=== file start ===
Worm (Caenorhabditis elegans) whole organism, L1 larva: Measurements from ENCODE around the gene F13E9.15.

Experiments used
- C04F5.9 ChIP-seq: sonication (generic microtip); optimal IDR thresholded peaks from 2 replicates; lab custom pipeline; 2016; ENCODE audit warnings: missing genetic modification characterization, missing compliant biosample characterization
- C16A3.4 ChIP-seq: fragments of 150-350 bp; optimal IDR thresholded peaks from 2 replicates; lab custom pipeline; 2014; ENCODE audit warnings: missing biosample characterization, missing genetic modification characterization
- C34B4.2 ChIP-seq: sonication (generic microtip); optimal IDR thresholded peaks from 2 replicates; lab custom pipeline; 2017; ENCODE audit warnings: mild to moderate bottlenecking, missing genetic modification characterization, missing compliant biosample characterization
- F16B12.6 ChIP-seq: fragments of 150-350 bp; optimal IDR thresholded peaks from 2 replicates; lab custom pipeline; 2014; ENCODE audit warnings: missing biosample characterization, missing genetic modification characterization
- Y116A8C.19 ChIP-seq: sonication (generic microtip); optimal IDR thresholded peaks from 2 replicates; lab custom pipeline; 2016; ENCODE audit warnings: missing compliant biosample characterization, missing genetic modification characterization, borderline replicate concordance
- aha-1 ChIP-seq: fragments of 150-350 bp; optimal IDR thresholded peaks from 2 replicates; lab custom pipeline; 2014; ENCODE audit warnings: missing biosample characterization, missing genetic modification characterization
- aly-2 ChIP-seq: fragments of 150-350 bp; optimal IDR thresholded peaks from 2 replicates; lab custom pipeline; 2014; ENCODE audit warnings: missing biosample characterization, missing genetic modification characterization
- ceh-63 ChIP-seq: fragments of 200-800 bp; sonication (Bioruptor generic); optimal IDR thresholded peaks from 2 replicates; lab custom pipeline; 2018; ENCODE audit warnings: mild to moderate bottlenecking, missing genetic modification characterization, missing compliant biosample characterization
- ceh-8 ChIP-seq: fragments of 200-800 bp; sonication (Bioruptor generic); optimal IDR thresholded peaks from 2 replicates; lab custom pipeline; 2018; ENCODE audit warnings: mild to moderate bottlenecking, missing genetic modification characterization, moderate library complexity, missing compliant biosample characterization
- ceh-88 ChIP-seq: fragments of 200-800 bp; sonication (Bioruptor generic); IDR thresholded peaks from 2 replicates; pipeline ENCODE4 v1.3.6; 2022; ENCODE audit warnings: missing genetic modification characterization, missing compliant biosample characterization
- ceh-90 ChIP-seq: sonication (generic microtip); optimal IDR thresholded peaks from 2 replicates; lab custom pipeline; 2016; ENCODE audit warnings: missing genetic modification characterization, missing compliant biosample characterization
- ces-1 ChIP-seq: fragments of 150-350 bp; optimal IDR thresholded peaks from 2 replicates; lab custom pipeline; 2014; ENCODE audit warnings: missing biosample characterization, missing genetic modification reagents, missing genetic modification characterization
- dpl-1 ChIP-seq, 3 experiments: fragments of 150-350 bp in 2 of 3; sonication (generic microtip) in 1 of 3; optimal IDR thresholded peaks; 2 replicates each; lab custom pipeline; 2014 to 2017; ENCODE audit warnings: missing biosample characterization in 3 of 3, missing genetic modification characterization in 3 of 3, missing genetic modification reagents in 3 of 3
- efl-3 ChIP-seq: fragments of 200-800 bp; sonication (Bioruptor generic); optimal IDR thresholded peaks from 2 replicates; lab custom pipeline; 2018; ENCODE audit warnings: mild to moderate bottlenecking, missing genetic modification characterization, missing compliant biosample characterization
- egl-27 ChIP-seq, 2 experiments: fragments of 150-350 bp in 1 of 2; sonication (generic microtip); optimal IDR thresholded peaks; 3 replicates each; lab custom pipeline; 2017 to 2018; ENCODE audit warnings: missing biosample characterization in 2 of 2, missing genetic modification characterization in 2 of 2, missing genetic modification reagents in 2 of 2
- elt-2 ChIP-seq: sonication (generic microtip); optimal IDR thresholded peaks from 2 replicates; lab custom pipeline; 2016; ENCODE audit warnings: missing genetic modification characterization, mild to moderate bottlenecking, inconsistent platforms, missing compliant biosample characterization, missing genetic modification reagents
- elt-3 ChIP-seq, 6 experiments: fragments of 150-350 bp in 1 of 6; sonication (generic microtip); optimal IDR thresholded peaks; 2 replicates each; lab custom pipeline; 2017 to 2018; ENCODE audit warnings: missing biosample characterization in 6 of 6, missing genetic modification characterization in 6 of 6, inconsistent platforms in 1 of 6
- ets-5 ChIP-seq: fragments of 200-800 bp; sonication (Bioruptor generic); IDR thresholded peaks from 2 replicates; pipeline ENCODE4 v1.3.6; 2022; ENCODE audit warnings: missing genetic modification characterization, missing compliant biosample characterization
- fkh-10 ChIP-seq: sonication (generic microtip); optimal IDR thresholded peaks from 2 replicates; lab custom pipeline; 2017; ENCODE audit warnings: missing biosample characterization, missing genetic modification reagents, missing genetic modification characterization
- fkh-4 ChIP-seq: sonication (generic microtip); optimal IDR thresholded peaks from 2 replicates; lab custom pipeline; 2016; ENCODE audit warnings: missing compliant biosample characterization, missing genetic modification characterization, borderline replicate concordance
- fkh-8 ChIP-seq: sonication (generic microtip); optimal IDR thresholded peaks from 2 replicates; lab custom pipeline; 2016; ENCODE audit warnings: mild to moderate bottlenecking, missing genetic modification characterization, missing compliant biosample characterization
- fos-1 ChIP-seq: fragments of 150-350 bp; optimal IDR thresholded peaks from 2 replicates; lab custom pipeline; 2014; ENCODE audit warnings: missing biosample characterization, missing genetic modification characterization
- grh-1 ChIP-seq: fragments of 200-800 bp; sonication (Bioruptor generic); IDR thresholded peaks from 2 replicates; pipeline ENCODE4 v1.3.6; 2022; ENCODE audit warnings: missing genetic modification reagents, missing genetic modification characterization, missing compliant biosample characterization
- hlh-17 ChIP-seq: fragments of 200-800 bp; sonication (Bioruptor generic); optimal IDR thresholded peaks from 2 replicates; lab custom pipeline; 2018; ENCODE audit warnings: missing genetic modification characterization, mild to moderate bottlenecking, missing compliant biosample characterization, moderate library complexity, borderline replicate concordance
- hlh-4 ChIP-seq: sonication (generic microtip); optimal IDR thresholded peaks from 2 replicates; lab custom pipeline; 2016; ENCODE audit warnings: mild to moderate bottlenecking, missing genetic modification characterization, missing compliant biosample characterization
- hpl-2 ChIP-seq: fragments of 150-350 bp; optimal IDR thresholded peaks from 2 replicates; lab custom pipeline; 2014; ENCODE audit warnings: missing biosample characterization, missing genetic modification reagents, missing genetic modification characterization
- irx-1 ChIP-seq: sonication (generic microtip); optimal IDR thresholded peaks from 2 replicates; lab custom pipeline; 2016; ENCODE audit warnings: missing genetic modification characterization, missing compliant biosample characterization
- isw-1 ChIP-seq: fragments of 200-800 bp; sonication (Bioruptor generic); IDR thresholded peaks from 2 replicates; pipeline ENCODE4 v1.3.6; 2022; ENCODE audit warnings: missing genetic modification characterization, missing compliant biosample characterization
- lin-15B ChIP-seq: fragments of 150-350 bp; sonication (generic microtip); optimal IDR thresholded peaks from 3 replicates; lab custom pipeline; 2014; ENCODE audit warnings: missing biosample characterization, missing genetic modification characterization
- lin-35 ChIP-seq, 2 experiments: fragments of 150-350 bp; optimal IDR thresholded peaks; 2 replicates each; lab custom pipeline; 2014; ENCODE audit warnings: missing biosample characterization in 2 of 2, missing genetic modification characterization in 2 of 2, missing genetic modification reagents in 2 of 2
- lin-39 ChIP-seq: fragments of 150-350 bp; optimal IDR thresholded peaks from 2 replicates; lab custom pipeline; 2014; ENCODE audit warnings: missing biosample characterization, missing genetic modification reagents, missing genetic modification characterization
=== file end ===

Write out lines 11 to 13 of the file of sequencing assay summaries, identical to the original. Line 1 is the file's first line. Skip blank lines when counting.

- ceh-8 ChIP-seq: fragments of 200-800 bp; sonication (Bioruptor generic); optimal IDR thresholded peaks from 2 replicates; lab custom pipeline; 2018; ENCODE audit warnings: mild to moderate bottlenecking, missing genetic modification characterization, moderate library complexity, missing compliant biosample characterization
- ceh-88 ChIP-seq: fragments of 200-800 bp; sonication (Bioruptor generic); IDR thresholded peaks from 2 replicates; pipeline ENCODE4 v1.3.6; 2022; ENCODE audit warnings: missing genetic modification characterization, missing compliant biosample characterization
- ceh-90 ChIP-seq: sonication (generic microtip); optimal IDR thresholded peaks from 2 replicates; lab custom pipeline; 2016; ENCODE audit warnings: missing genetic modification characterization, missing compliant biosample characterization